Etymology
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aloe (n.)

name of a group of shrubs or herbs with spiky flowers and thick leaves, yielding bitter juice which was used as a purgative drug, late 14c., originally in reference to the drug, from Latin aloe, from Greek aloē, which is of uncertain origin, probably a loan-word from an Oriental language.

A secondary sense is older in English: "Fragrant resin or heartwood of an East Indian tree" (Old English alewe, aloe), which is from misuse of Latin/Greek aloe in Biblical translations for Hebrew akhalim (plural), which ultimately is perhaps from a Dravidian language. OED says the Greek word probably was chosen for sound-resemblance to the Hebrew one.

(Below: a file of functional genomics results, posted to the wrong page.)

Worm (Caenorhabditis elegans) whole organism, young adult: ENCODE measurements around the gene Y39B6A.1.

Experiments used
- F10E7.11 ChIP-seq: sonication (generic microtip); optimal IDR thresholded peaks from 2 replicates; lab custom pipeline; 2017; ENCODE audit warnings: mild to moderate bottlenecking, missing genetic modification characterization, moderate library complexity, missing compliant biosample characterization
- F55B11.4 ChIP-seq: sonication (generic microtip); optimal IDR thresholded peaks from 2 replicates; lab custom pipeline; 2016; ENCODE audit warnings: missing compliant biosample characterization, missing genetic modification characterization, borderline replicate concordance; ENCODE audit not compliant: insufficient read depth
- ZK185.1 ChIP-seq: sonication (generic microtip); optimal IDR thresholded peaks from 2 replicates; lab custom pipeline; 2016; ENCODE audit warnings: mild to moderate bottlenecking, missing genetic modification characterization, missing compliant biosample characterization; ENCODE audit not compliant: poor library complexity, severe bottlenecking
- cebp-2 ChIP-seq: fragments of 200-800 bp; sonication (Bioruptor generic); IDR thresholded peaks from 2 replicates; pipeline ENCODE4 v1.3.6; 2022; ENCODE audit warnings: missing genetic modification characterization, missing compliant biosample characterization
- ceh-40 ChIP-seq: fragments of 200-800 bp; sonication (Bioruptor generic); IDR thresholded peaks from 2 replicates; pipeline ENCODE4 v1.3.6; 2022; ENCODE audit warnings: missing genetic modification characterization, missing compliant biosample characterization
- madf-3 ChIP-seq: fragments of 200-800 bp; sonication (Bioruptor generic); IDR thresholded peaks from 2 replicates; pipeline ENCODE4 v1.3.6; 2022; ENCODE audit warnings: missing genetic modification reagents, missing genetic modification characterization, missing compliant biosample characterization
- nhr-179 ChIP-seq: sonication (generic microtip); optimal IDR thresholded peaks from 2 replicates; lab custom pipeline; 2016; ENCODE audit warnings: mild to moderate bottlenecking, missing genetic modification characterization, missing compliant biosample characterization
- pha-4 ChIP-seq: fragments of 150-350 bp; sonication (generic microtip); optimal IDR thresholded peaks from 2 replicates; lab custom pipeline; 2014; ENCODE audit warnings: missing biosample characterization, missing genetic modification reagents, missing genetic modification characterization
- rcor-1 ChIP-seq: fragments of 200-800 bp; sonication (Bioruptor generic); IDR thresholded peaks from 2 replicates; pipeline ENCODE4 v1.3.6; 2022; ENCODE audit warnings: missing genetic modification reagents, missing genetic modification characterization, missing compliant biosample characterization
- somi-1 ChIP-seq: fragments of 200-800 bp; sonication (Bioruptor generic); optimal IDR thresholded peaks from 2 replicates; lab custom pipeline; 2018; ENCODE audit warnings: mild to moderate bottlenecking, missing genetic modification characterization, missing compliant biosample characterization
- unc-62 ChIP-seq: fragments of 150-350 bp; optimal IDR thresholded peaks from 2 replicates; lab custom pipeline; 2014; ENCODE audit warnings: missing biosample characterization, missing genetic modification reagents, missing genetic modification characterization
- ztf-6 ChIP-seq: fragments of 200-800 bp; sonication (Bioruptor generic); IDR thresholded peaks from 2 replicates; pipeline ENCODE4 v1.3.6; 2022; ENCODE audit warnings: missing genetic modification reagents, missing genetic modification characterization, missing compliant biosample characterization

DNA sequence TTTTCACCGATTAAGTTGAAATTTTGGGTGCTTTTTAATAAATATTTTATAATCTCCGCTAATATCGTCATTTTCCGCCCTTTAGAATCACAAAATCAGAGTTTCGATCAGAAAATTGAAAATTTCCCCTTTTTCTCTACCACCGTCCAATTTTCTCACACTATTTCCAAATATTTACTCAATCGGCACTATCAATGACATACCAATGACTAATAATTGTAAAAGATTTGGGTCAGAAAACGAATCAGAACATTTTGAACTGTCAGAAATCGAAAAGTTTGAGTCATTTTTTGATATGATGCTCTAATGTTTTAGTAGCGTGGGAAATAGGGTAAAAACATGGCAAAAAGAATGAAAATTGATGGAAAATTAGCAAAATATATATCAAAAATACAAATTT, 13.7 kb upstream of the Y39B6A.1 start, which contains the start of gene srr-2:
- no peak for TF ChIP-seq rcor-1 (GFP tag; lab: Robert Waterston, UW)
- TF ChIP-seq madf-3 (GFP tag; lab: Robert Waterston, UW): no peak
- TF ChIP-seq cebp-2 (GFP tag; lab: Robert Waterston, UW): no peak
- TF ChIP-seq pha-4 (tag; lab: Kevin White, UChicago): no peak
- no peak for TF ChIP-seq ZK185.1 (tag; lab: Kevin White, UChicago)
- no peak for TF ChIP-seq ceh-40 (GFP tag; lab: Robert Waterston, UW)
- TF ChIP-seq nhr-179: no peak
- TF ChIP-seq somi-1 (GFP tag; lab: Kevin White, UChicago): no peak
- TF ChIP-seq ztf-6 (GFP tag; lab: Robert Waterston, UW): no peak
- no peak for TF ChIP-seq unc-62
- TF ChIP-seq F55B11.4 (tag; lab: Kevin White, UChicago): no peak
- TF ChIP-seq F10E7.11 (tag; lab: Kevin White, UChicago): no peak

The word then was misapplied in 1680s to the American agave plant, which has a similar appearance (and also a Greek name) but is unrelated. The "true aloe" (producing the drug) consequently is called aloe vera (with Latin vera "true;" see very). Related: Aloetic.

updated on September 18, 2022

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